strong current / weak current

bloomiegirl

Senior Member
US English
In the domain of electronics (semiconductors), what is meant by "strong current" and "weak current"? I'm no scientist, but even I can tell from the following sentence that it's not "high voltage" and "low voltage":

"The result of this is that breakdown can occur at a lower voltage in the case of a strong current than in the case of a weak current."​

Of course you're wondering what "this" is. Again, I'm no scientist, so here's the website where I found this. It's very dense, at least for me.

Any help is appreciated, but I think this is a question for the techies.

Thank you in advance.

Edit: Also, are strong/weak current different from high/low current? (Perhaps these last two are the same as high/low voltage? But I'm just guessing.) And again, thank you in advcance!
 
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  • liliput

    Senior Member
    U.K. English
    Voltage is the difference in electrical potential between two points and is measured in Volts.

    Current is the flow of electrons, measured in Amps. Presumably if there is a slow flow-rate of electrons then you have a weak current.

    Voltage = Current x Resistance

    Wattage (Power) = Voltage x Current
     
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    panjandrum

    Lapsed Moderator
    English-Ireland (top end)
    This is a rather peculiar and esoteric world.
    My initial response, as a one-time electronic engineer, was that there is no such thing as a strong current or a weak current.
    However, from reading the article, these terms seem to be used to distinguish between an electric current that flows through a relatively small area of the semiconductor (strong current) and the same current flowing through a larger area (weak current). The source also refers to "an increase in the current density".
    It is surprisingly found that this leads to an increase in the breakdown voltage at strong currents and thus to an increase in the SOAR. [...] In a configuration in which the source extends around the tips of the drain fingers, an increase in the current density will occur at the areas of the drain fingers owing to current convergence. An intensification of the electric field will occur there more readily owing to the Kirk effect than in locations having a uniform current distribution. The result of this is that breakdown can occur at a lower voltage in the case of a strong current than in the case of a weak current.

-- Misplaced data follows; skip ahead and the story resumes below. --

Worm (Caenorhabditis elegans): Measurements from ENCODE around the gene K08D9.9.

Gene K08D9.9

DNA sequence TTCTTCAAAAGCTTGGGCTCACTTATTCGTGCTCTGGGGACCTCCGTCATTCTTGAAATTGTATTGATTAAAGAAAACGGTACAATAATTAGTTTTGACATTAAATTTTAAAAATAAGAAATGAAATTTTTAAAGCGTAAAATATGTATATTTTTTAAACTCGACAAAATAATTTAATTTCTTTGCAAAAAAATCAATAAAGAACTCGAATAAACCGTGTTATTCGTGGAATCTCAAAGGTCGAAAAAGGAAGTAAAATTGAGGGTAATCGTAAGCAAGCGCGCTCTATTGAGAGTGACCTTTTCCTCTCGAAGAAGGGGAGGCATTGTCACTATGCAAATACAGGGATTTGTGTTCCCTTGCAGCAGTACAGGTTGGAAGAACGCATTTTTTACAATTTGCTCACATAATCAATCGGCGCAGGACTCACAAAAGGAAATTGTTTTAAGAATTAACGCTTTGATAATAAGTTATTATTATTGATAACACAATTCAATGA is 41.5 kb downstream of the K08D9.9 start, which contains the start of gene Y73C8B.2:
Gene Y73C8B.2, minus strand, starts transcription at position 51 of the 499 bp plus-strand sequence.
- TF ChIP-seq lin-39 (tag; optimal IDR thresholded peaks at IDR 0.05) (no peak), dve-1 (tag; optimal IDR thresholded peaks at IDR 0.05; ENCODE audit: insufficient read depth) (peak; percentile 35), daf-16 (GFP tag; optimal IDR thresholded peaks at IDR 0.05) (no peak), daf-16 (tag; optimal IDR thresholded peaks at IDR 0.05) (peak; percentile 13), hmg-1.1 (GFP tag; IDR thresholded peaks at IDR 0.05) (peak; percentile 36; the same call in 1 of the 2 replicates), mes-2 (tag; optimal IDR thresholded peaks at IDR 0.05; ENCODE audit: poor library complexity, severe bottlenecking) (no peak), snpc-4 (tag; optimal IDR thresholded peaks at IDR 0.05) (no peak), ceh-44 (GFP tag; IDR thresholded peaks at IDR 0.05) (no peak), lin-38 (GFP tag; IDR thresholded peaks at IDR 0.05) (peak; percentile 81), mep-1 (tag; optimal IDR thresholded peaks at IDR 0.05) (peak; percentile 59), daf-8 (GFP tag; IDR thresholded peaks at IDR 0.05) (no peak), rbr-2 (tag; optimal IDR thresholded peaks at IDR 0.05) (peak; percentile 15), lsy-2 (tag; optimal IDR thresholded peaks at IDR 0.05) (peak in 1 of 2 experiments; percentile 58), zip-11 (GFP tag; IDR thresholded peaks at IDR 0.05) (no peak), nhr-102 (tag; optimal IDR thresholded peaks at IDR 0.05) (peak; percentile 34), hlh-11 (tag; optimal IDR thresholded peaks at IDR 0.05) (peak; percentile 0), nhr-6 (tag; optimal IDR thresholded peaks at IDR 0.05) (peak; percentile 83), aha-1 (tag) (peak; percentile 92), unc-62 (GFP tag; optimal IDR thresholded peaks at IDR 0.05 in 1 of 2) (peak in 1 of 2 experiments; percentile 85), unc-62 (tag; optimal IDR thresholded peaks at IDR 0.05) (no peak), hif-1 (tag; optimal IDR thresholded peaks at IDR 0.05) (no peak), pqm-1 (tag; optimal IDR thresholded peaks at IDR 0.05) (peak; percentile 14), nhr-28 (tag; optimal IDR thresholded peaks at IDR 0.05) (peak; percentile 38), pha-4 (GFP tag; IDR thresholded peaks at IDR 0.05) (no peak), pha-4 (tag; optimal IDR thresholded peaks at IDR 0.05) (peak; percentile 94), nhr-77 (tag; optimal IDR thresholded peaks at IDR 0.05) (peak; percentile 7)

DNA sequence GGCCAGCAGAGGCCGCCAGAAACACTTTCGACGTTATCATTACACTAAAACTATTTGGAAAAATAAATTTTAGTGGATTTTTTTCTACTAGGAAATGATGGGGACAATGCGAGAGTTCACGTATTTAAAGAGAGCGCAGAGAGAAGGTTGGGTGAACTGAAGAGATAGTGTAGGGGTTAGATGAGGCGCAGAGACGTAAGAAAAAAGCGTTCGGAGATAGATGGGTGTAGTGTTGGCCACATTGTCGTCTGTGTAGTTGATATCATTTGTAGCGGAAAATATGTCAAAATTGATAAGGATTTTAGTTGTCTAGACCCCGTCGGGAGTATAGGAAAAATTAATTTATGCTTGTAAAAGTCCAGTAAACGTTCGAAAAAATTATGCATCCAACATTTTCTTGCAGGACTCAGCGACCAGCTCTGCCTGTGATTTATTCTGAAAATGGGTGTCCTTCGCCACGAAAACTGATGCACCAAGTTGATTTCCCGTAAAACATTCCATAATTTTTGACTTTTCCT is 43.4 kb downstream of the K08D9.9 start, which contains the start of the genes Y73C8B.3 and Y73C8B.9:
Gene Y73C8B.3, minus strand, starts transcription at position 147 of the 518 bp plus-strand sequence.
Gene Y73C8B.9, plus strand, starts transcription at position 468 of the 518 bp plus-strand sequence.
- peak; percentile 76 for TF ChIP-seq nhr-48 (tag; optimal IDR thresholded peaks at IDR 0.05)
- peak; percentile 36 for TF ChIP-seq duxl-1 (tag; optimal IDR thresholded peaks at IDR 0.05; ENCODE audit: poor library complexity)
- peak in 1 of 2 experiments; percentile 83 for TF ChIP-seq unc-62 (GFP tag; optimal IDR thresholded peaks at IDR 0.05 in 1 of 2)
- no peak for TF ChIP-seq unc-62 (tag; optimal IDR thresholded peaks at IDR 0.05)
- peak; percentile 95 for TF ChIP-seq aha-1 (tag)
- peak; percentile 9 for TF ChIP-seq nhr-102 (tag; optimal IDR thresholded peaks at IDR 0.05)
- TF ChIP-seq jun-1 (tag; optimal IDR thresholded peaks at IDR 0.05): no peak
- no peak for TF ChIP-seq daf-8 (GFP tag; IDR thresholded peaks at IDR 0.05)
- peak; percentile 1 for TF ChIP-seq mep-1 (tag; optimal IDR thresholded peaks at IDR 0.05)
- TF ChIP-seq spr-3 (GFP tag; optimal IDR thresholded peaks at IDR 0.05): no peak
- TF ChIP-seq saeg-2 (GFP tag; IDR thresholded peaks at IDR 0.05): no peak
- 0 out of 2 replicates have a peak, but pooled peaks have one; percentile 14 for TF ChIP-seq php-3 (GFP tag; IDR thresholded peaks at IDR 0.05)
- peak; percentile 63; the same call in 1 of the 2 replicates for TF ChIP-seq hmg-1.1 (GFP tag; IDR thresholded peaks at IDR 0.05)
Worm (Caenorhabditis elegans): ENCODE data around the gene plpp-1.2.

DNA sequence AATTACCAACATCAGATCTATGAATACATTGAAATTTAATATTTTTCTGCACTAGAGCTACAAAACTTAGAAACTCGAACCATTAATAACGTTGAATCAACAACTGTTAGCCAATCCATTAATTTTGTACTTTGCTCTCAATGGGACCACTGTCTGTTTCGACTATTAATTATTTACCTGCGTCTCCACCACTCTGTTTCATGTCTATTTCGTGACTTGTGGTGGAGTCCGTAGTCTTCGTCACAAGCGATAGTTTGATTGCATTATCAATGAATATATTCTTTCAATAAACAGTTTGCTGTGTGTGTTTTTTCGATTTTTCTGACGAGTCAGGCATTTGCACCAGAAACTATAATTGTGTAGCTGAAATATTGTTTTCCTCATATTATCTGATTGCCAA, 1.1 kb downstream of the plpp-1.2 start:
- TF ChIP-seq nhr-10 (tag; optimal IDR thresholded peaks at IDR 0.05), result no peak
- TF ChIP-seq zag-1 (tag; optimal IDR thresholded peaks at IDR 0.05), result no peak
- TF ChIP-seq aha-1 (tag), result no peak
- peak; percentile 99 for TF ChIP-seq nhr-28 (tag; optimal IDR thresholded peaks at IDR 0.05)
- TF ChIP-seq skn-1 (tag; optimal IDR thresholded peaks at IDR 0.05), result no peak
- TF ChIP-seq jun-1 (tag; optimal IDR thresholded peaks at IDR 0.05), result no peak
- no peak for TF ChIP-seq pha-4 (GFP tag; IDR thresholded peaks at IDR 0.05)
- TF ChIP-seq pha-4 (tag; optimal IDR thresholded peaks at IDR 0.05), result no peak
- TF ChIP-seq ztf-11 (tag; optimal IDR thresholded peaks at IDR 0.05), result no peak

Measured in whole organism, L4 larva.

bloomiegirl

    Senior Member
    US English
    Thank you, Liliput, these formulas are quite clear.

    And thank you, Panjandrum, for wending through the technical wording and pointing out the importance of the density of electrons.

    So would it be correct to say that the terms "strong/weak current" are equivalent to "high/low current"? From the same article cited above:
    "The result of this is that, given a certain high current value, the device will be more prone to breakdown (possibly accompanied by irreparable damage) than at low current values."​
    I think this is right, but I'm a babe in the electronic woods!

    Thank you again Liliput and Panjandrum!
     

    Monkey F B I

    Senior Member
    English - USA
    Thank you, Liliput, these formulas are quite clear.

    And thank you, Panjandrum, for wending through the technical wording and pointing out the importance of the density of electrons.

    So would it be correct to say that the terms "strong/weak current" are equivalent to "high/low current"? From the same article cited above:
    "The result of this is that, given a certain high current value, the device will be more prone to breakdown (possibly accompanied by irreparable damage) than at low current values."​
    I think this is right, but I'm a babe in the electronic woods!

    Thank you again Liliput and Panjandrum!

    I suppose it would, but you don't hear "high/low current" very much. I suppose the current values would be the amperage, so indeed, a low current value would be a weak current and a high current value would be a strong current.
     

    bloomiegirl

    Senior Member
    US English
    The quote refers to high and low values rather than high or low currents.